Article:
squares of the cake slice to feed to each other. We posed again with our mouths open to
receive the cake. Ian knew in advance to ensure nary a crumb would touch even my lips.
I lifted my napkin to dab at my lips and surreptitiously deposited the cake into it.
That’s right. I never tasted a single bite of my magnificent wedding cake. And, no, this
wasn’t carrying a good thing too far. Would you ask an alcoholic to take just one sip of
his or her wedding champagne? Sugar was my alcohol. I was a sugar addict and I had
come too far to indulge on even such a momentous occasion. I thought of my daughters
and the example I was setting for them. I thought of Ian and the woman he had fallen in
love with. I thought of all those with whom I had shared how Science of Mind was
providing me with the incentive to seek Divine assistance and to deepen my faith in
possibilities. Resisting the strong urge to taste what I had spent so much time selecting
for the enjoyment of our guests gave me a lifetime example to call forth on other one-of-
Over the years, Ian and I have traveled extensively. In Vienna, I turned down its
renowned Sasher Torte; in France, I turned down everything from éclairs to mousse and
crème brûlée; and in Munchin, Germany, the famous kaiserschmarrn, a delectable
caramelized pancake with run-soaked raisins. I never felt deprived, because there were
many other gastronomical specialties to taste, including savory spinach and ricotta
croissants, which have no sugar.
Mother, bless her, was a wonderful cook. From the time I was a young teen and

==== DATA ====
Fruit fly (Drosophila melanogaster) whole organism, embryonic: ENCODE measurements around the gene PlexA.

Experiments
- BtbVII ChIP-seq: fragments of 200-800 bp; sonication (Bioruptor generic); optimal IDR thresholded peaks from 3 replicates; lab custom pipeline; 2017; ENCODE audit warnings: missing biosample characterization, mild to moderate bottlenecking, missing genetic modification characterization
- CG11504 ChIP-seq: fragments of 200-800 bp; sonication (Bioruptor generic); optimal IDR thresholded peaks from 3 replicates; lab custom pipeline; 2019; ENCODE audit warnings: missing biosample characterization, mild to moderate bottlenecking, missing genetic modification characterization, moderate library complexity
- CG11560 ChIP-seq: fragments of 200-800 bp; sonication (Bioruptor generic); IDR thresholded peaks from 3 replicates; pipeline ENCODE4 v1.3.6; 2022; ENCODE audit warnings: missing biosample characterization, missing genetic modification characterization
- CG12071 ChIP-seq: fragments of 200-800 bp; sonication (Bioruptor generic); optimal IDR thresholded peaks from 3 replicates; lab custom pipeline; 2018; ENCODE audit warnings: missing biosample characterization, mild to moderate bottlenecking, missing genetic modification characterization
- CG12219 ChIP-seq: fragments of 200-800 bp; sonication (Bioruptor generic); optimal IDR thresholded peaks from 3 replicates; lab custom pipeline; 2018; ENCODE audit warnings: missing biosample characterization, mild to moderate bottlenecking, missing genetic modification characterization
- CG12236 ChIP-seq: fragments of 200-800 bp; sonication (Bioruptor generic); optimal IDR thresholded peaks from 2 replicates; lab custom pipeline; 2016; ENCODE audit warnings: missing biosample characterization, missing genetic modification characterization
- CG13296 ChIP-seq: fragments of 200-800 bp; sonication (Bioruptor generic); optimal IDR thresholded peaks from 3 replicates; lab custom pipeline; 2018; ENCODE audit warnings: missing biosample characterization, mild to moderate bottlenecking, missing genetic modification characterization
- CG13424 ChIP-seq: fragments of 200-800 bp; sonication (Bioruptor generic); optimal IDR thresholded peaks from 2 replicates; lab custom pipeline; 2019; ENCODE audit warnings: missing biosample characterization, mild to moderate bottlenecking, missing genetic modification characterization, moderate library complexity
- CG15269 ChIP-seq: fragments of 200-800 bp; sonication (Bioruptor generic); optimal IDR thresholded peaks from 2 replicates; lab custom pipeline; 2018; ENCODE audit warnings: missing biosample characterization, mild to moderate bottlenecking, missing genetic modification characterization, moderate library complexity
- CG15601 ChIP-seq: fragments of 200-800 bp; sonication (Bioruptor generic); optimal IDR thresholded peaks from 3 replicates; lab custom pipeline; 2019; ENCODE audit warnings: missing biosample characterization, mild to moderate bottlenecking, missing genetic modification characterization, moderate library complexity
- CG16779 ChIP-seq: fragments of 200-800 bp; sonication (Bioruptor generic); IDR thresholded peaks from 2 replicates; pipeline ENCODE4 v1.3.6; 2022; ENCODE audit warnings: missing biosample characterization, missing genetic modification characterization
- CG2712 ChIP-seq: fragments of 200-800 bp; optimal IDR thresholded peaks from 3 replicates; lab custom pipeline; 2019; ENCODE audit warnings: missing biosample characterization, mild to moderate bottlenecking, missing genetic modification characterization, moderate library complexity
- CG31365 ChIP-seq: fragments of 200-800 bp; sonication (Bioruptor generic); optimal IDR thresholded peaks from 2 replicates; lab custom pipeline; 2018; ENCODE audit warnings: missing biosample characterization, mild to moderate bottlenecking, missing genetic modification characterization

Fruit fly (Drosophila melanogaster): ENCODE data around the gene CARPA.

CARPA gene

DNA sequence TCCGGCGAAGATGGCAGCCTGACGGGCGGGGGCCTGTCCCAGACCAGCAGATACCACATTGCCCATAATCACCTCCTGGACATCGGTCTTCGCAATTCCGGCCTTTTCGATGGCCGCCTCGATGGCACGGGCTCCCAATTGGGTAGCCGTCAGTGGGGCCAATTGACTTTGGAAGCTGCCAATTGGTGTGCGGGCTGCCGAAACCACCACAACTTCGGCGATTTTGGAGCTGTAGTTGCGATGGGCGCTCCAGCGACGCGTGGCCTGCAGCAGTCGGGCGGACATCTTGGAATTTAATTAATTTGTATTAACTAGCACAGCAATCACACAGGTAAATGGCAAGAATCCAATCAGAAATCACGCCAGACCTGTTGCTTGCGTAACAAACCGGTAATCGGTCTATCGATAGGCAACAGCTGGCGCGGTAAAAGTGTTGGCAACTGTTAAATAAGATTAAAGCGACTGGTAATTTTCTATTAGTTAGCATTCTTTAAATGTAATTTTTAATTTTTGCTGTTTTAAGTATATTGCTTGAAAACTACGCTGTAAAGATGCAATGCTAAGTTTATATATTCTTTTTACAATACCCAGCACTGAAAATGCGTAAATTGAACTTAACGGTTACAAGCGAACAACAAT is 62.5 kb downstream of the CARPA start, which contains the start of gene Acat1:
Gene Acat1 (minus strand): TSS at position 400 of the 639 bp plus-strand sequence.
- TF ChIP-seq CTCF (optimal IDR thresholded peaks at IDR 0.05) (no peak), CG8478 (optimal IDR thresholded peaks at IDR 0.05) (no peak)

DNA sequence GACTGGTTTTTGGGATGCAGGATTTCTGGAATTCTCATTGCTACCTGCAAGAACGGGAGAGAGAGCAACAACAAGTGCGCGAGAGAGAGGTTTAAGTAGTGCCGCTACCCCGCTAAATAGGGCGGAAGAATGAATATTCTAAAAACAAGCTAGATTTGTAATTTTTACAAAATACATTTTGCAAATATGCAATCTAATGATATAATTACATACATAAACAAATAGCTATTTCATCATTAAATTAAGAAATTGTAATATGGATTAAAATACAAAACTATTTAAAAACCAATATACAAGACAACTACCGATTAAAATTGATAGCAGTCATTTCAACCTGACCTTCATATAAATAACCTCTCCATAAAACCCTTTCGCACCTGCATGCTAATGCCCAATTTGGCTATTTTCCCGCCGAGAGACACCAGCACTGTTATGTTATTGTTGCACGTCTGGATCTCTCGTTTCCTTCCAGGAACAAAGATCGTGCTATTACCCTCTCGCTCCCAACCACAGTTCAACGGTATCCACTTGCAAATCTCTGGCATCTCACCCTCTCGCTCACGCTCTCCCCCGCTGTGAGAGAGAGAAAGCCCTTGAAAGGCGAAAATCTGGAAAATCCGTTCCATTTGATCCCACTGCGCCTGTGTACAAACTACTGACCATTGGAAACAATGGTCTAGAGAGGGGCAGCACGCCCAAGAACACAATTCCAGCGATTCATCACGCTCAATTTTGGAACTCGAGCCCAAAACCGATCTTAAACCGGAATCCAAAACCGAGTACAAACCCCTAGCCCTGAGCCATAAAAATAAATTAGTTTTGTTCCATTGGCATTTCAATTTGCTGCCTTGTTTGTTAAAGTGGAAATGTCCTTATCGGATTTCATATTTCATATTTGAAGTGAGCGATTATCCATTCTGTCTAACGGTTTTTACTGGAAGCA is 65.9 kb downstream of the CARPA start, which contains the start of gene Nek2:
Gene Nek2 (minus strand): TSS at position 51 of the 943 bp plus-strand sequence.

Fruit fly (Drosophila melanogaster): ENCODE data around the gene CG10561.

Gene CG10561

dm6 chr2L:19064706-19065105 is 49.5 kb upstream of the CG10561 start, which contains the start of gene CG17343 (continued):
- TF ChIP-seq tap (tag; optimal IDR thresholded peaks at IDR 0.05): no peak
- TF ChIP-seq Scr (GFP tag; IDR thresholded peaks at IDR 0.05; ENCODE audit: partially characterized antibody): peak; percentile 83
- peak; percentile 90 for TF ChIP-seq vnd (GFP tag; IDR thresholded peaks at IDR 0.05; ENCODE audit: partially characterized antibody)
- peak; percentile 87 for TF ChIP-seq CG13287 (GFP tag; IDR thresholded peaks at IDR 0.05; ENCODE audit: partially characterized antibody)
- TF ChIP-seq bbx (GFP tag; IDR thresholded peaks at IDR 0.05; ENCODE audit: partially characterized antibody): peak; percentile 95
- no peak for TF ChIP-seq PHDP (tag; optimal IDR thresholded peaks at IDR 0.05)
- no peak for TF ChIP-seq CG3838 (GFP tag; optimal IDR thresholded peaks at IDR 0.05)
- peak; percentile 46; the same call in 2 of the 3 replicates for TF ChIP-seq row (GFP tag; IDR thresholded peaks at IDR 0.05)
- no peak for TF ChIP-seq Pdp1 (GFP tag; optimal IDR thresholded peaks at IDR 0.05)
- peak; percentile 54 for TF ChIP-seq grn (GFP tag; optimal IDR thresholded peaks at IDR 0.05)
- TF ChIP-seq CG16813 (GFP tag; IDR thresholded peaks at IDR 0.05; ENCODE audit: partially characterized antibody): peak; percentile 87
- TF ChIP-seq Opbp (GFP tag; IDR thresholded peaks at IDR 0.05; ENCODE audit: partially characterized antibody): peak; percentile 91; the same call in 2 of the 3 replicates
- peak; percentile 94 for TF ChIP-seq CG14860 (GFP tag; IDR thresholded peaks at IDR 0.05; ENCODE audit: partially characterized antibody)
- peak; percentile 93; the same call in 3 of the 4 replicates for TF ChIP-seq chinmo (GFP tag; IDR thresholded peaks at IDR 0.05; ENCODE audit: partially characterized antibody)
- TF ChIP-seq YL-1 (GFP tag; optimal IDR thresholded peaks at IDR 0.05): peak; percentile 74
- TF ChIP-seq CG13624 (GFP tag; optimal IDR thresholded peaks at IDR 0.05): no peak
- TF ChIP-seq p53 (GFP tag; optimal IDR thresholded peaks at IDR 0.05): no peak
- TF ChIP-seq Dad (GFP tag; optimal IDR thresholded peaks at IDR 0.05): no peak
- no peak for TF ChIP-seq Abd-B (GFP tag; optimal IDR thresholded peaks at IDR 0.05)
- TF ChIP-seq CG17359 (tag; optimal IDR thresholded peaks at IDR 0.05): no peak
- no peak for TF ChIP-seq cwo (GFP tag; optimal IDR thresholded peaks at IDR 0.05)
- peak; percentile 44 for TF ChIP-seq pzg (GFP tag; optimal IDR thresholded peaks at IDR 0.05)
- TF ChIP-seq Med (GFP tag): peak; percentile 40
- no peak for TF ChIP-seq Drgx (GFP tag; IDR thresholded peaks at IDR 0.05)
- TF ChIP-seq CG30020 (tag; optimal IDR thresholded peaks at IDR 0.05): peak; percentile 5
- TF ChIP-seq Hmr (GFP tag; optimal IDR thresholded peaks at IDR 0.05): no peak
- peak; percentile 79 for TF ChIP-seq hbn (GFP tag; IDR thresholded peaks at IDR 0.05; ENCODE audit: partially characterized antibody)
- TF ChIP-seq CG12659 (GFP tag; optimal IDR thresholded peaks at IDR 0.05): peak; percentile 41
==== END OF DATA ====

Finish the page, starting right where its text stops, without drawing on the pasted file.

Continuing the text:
beginning to care about how I looked and felt, she would say, “Just taste it, Carol.” And I
would, over and over again. Each time, I would kick myself for having so little self-
discipline. Each time, when Mother held out a spoonful of the dessert of the day, I would
think I was stronger, more in control. I could resist. But I would give in and give Mother
the response she needed for her efforts. Then I would be right back where I started. It
didn’t matter how many months of success I had achieved or how much self-satisfaction I
had with my ability to say no, without feeling regret or guilt. Subconsciously, I wanted to
give in. To test the boundaries.
I remember struggling for nine months and reaching my goal . . . the loss of forty
pounds. Then, I tried one teaspoon of regular Jell-O. ONE. The consequence? I regained
all forty pounds and a couple more for good measure. One little bite always led to a
second and a third, and before long, I wasn’t tasting. I was devouring. That serving and
many more after it.
Millions of people worldwide have the predilection for some substance that triggers an
addition detrimental to their health and too often to their ability to form and maintain
close relationship with family members or friends. Their primary ‘love’ is the sugar,
nicotine, alcohol, prescription or illegal drug, or even sex; each has the ability to create
comfort or to block out painful thoughts.
With Divine help, the same hand that picks it up can be the one to put it down. When
we come to know ourselves and our weakness and seek help through prayer, it is possible
to resist temptation and to avoid putting our self in situations that will set us up for
failure. It takes time and practice and patience. The building of a mental muscle, as it
were, can and will support and guide us until we succeed.
My mental muscle helped me plan what I would do with my piece of wedding cake,
after the ceremonial ‘feeding’ by Ian, with as much care as I had selected the cake’s
recipe and icing flower embellishment. I knew it would be difficult, but this time, I would
not give in to my curiosity about the texture or taste. I was on a sugar-free pathway that I
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